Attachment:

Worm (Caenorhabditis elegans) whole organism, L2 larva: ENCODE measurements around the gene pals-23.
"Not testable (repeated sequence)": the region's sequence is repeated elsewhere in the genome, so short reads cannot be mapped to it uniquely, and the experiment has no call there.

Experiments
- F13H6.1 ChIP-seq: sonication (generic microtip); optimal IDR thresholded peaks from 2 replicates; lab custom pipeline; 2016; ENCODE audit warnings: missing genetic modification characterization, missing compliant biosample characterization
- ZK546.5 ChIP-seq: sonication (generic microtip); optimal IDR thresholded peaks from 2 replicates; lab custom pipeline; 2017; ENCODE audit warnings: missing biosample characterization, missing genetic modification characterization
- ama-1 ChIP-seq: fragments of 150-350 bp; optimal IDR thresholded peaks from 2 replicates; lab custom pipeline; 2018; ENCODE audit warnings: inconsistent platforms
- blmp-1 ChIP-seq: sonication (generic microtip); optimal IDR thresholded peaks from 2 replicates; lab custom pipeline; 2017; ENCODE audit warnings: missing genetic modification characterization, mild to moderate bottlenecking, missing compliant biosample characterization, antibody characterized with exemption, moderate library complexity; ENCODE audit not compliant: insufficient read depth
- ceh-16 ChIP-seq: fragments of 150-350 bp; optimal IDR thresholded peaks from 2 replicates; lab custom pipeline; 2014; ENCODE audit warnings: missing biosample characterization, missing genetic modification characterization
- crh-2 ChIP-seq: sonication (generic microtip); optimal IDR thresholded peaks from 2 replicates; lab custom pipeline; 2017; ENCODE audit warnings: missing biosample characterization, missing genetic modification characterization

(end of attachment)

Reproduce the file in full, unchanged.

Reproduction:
Worm (Caenorhabditis elegans) whole organism, L2 larva: ENCODE measurements around the gene pals-23.
"Not testable (repeated sequence)": the region's sequence is repeated elsewhere in the genome, so short reads cannot be mapped to it uniquely, and the experiment has no call there.

Experiments
- F13H6.1 ChIP-seq: sonication (generic microtip); optimal IDR thresholded peaks from 2 replicates; lab custom pipeline; 2016; ENCODE audit warnings: missing genetic modification characterization, missing compliant biosample characterization
- ZK546.5 ChIP-seq: sonication (generic microtip); optimal IDR thresholded peaks from 2 replicates; lab custom pipeline; 2017; ENCODE audit warnings: missing biosample characterization, missing genetic modification characterization
- ama-1 ChIP-seq: fragments of 150-350 bp; optimal IDR thresholded peaks from 2 replicates; lab custom pipeline; 2018; ENCODE audit warnings: inconsistent platforms
- blmp-1 ChIP-seq: sonication (generic microtip); optimal IDR thresholded peaks from 2 replicates; lab custom pipeline; 2017; ENCODE audit warnings: missing genetic modification characterization, mild to moderate bottlenecking, missing compliant biosample characterization, antibody characterized with exemption, moderate library complexity; ENCODE audit not compliant: insufficient read depth
- ceh-16 ChIP-seq: fragments of 150-350 bp; optimal IDR thresholded peaks from 2 replicates; lab custom pipeline; 2014; ENCODE audit warnings: missing biosample characterization, missing genetic modification characterization
- crh-2 ChIP-seq: sonication (generic microtip); optimal IDR thresholded peaks from 2 replicates; lab custom pipeline; 2017; ENCODE audit warnings: missing biosample characterization, missing genetic modification characterization